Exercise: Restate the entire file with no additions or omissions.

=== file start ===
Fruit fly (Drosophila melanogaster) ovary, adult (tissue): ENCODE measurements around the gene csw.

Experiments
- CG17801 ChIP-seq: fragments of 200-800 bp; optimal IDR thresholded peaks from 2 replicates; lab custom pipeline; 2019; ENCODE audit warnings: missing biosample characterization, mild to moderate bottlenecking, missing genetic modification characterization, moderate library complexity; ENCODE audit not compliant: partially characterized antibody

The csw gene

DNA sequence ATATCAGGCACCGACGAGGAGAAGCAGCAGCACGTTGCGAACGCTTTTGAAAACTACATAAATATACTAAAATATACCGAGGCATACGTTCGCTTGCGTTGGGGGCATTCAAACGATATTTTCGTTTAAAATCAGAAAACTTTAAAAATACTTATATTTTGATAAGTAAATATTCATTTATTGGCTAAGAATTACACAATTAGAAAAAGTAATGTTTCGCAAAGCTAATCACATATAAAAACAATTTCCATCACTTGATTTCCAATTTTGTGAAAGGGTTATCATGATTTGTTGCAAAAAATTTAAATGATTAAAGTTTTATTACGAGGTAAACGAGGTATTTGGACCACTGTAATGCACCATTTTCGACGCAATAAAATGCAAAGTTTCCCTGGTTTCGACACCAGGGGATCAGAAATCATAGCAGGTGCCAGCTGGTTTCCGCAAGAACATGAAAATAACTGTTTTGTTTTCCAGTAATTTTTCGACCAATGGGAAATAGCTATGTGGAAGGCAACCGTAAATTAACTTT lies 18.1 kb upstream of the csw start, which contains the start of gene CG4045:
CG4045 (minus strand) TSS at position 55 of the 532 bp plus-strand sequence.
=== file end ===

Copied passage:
Fruit fly (Drosophila melanogaster) ovary, adult (tissue): ENCODE measurements around the gene csw.

Experiments
- CG17801 ChIP-seq: fragments of 200-800 bp; optimal IDR thresholded peaks from 2 replicates; lab custom pipeline; 2019; ENCODE audit warnings: missing biosample characterization, mild to moderate bottlenecking, missing genetic modification characterization, moderate library complexity; ENCODE audit not compliant: partially characterized antibody

The csw gene

DNA sequence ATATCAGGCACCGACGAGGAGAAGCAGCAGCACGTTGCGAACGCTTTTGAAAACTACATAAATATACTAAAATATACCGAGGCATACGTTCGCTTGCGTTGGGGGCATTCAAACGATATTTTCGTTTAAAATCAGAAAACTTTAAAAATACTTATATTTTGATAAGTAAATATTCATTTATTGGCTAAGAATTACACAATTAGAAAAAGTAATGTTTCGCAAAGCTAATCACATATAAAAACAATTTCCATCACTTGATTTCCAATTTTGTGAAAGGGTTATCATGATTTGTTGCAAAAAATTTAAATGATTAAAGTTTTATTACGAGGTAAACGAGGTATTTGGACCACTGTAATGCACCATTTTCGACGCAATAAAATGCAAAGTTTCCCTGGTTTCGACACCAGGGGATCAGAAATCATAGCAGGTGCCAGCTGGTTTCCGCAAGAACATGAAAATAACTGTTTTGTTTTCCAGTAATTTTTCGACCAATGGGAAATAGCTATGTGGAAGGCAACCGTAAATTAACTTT lies 18.1 kb upstream of the csw start, which contains the start of gene CG4045:
CG4045 (minus strand) TSS at position 55 of the 532 bp plus-strand sequence.